New publication:What Matters? Talking Value in Australian Culture

Type of post: Association news item
Posted By: Glen McGillivray
Status: Current
Date Posted: Fri, 24 Aug 2018
Julian Meyrick, Robert Phiddian and Tully Barnett, with contributions from Heather Robinson and Fiona Sprott.  
Monash University Press, 2018

For authors Julian Meyrick, Robert Phiddian and Tully Barnett, cultural leaders and policy makers too often chase the perfect metric for activities whose real worth lies in our own personal experience.  When, they ask, did culture become a number and experience become data?

The authors, now four years working collectively as Laboratory Adelaide, have researched the main challenge facing Australian culture today – how to demonstrate its value to governments, business and the public.  

What Matters? charts a new way through an important debate stranded between the hard heads (for whom the arts are just another industry) and the soft hearts (for whom they are too precious for dispassionate analysis).

As other sectors from sports to banks, churches to media platforms, reappraise their core purpose, this book argues our cultural values have likewise been distorted by political forces, the empty language of ‘function’ and methodological confusions.  For artists, managers, policy makers and board members, here are practical solutions to the current metric madness.  Say the authors,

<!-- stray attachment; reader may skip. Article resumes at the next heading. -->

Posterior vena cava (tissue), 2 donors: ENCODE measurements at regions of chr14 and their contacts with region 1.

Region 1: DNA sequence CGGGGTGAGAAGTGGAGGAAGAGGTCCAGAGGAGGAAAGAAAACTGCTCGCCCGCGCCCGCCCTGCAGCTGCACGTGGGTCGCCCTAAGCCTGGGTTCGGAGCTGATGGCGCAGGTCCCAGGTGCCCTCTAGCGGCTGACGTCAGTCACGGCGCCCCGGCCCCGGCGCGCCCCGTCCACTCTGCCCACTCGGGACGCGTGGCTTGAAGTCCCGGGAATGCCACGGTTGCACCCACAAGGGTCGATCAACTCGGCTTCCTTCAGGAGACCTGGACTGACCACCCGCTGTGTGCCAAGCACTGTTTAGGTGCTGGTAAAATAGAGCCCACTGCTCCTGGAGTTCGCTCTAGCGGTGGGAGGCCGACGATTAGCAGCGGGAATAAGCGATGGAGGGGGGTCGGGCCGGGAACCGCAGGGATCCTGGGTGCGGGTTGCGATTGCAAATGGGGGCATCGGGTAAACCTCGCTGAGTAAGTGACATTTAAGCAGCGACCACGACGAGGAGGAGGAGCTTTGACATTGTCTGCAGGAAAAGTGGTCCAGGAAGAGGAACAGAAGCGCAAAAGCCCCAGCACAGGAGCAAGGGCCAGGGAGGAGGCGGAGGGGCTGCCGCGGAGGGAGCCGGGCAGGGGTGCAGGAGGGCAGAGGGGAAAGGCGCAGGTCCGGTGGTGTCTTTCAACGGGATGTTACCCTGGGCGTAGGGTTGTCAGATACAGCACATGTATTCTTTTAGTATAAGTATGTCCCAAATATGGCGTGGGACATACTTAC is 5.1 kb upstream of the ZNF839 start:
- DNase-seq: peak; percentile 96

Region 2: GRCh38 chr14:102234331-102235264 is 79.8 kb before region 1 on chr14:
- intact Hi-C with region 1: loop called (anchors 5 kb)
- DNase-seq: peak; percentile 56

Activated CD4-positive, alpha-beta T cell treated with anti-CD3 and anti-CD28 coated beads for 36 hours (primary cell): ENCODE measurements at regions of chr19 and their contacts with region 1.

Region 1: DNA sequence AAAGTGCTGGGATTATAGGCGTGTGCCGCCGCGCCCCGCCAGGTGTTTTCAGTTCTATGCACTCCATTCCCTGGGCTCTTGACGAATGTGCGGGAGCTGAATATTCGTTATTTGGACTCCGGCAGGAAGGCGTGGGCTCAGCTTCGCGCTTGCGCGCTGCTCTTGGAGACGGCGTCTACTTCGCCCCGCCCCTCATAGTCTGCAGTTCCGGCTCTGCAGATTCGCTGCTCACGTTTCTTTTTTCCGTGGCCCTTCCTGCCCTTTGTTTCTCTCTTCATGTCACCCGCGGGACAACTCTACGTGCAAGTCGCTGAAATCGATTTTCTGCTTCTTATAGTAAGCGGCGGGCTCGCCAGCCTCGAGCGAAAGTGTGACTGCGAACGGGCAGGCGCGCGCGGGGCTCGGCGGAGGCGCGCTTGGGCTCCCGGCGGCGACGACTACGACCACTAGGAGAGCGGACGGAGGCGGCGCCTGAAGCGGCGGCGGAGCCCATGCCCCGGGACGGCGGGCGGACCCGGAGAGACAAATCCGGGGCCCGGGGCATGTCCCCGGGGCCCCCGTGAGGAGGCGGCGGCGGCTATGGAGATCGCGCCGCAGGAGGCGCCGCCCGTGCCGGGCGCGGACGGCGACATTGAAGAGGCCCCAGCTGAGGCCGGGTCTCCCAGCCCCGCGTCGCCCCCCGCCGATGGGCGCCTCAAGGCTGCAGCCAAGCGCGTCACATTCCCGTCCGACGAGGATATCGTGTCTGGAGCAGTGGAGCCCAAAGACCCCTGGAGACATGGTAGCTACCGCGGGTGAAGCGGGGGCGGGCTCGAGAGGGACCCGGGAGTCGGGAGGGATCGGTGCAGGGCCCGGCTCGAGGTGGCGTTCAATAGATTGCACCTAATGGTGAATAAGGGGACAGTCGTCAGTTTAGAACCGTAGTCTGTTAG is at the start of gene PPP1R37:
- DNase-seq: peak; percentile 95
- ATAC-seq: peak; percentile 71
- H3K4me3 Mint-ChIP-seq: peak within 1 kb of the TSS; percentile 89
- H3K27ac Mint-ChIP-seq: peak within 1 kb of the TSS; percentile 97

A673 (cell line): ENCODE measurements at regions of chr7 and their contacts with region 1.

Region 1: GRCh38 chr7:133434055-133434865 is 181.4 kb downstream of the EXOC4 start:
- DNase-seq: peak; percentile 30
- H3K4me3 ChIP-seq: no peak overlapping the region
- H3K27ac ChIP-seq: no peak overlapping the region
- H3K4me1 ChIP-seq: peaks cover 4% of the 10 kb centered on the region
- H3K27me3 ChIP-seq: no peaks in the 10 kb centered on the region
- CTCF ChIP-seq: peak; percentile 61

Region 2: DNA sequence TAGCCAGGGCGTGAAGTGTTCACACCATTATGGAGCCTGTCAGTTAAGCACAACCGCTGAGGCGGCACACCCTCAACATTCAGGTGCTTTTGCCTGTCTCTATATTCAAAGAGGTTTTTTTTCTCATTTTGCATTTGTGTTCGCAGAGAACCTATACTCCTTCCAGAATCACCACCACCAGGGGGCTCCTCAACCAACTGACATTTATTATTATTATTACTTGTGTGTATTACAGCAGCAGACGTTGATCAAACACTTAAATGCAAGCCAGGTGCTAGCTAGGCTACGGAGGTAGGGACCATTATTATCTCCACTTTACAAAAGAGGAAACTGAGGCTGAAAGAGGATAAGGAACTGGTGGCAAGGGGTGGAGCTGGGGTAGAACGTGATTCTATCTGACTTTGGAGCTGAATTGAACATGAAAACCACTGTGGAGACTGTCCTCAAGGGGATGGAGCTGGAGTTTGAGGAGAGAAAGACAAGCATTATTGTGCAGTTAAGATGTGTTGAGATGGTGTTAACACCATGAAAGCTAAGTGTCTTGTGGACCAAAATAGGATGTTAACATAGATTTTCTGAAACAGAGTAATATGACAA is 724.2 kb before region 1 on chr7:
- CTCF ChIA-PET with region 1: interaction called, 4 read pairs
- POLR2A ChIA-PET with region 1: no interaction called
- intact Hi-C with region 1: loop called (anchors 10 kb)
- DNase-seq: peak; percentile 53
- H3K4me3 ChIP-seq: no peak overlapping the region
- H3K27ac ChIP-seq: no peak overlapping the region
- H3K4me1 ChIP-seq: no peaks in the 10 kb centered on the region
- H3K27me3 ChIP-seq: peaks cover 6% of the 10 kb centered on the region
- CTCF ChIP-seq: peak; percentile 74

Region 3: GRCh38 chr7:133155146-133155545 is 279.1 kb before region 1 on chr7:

“The aim of the book is to rescue discussion about the value of culture from three flawed approaches – the bland but deadly platitudes of policy-speak; the obscure locutions of cultural theory; and the elitist ‘club’ talk that gathers around particularly high art forms. 

As citizens of a multicultural, pluralistic democracy, we must be able to talk about the value and purpose of cultural activities in a way that makes sense both to artists and the public.

Theatre director and Strategic Professor of Creative Arts, Julian Meyrick; Professor of English, political satire scholar and co-founder of the Adelaide Festival of Ideas, Robert Phiddian; and English lecturer and digital humanities expert, Dr Tully Barnett, reject the bogus idea that it is possible to measure the value of arts and culture without knowing anything about them.

“There is no algorithm that will objectively rank an art gallery against a publishing house or a computer game company.  We have to acknowledge that culture only has value through direct, meaningful human experience. This is why What Matters? is full of actual examples.”

The time is ripe to find a better way to value our culture – by finding a better way to talk about it.